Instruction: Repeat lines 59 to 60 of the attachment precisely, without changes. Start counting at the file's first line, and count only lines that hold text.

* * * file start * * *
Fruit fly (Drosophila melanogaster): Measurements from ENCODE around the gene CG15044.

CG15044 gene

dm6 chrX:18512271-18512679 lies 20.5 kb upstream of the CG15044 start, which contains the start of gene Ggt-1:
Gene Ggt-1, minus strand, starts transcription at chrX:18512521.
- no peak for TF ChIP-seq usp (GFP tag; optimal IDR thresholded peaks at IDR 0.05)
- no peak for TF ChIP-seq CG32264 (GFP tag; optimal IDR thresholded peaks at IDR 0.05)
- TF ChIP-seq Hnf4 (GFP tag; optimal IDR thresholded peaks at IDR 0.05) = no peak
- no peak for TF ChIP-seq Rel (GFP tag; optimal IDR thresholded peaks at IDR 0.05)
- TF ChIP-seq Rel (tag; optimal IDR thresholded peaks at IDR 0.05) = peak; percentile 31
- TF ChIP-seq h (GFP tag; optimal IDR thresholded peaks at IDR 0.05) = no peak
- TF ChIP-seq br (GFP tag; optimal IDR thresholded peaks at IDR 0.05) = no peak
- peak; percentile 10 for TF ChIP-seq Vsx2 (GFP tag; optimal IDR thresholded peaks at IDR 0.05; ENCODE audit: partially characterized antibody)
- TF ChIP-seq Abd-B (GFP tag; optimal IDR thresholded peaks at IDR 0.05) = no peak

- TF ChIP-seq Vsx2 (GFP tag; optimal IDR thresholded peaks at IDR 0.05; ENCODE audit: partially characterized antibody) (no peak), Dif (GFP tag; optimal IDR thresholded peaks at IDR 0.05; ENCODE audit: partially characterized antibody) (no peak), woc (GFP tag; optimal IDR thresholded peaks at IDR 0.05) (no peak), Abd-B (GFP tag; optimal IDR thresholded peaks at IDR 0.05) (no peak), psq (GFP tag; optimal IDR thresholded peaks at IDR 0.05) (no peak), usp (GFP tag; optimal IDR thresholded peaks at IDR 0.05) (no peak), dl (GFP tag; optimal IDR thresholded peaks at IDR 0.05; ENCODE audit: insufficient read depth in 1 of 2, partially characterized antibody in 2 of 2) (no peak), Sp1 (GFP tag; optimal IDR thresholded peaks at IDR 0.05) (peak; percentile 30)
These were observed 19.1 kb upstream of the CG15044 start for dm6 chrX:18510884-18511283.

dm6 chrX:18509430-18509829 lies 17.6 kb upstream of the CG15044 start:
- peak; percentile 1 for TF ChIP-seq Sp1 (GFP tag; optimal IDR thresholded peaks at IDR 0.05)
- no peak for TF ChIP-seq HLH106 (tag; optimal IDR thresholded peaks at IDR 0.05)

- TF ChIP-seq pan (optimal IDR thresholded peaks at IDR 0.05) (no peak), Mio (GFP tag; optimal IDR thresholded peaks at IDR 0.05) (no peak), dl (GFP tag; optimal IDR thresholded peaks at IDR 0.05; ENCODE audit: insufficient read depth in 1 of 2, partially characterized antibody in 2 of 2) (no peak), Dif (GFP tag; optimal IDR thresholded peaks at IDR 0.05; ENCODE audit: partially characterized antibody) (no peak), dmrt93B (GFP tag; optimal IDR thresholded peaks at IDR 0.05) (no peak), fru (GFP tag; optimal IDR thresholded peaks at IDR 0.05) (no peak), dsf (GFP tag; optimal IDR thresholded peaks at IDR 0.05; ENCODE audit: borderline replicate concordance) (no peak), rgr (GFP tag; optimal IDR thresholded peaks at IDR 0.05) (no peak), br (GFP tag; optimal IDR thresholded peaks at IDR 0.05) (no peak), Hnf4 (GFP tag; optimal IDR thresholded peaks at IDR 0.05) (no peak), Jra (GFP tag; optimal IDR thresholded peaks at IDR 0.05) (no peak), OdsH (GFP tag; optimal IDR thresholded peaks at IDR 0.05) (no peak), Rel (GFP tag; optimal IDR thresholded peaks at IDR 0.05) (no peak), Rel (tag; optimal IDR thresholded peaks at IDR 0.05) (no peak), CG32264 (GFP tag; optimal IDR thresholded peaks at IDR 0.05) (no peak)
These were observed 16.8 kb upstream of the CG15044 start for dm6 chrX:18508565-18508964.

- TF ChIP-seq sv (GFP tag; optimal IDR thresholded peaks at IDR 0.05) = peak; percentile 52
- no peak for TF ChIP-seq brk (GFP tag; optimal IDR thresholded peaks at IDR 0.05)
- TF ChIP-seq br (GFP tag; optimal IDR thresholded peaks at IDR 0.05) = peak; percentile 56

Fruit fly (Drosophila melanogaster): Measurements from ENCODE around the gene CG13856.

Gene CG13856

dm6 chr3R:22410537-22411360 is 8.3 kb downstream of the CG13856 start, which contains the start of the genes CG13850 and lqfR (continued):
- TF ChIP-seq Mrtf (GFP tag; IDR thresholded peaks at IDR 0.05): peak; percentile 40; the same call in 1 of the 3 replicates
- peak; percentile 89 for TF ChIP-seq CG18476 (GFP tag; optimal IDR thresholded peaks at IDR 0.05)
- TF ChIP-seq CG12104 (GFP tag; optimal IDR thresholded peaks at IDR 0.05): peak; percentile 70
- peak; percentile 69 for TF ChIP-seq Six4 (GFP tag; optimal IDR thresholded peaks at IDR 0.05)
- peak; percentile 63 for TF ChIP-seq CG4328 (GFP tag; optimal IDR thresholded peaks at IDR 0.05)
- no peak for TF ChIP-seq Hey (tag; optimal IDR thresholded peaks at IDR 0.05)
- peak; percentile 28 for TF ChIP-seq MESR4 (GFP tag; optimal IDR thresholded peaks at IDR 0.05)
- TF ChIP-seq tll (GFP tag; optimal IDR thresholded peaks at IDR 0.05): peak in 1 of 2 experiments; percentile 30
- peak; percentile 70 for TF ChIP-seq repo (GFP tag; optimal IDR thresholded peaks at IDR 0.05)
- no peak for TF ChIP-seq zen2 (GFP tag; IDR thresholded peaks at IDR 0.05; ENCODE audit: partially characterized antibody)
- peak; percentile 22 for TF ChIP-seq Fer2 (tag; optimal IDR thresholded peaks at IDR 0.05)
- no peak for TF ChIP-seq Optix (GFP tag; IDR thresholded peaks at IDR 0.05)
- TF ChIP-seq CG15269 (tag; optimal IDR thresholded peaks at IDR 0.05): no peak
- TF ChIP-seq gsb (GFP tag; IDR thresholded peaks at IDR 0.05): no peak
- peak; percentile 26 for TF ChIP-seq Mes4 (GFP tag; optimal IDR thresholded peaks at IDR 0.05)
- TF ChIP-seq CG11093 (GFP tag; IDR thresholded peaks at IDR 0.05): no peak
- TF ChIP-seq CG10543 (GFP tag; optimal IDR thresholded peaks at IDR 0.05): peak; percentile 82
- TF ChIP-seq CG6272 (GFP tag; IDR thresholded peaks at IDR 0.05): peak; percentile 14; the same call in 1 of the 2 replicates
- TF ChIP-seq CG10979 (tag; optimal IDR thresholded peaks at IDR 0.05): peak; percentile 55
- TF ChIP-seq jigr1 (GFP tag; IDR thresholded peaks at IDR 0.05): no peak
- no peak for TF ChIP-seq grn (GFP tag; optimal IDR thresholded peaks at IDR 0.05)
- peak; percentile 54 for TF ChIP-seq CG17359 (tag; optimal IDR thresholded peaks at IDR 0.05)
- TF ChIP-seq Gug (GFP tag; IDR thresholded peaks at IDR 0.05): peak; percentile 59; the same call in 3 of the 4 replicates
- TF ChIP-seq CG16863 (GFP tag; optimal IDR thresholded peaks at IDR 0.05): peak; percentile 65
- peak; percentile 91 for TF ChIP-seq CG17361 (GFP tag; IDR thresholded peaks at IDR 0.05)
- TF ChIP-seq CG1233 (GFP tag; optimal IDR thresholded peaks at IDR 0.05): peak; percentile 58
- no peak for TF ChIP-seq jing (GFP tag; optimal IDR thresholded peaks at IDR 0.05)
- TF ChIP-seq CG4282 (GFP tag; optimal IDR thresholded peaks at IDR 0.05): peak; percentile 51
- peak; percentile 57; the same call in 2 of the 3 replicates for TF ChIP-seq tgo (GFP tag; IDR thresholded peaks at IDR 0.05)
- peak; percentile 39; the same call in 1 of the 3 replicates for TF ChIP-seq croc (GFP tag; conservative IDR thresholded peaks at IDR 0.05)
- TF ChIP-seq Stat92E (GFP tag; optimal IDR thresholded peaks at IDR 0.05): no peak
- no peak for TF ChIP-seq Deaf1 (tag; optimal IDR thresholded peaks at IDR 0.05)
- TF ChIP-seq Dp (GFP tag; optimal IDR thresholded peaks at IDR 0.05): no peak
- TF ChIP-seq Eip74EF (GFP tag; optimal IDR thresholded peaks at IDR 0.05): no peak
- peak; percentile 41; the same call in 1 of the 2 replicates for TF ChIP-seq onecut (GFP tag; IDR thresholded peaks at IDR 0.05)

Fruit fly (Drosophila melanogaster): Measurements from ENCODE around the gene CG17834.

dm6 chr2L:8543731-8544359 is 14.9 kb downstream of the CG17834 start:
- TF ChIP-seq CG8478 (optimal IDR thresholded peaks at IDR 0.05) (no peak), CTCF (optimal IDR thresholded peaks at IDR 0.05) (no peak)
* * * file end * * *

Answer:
- TF ChIP-seq Dp (GFP tag; optimal IDR thresholded peaks at IDR 0.05): no peak
- TF ChIP-seq Eip74EF (GFP tag; optimal IDR thresholded peaks at IDR 0.05): no peak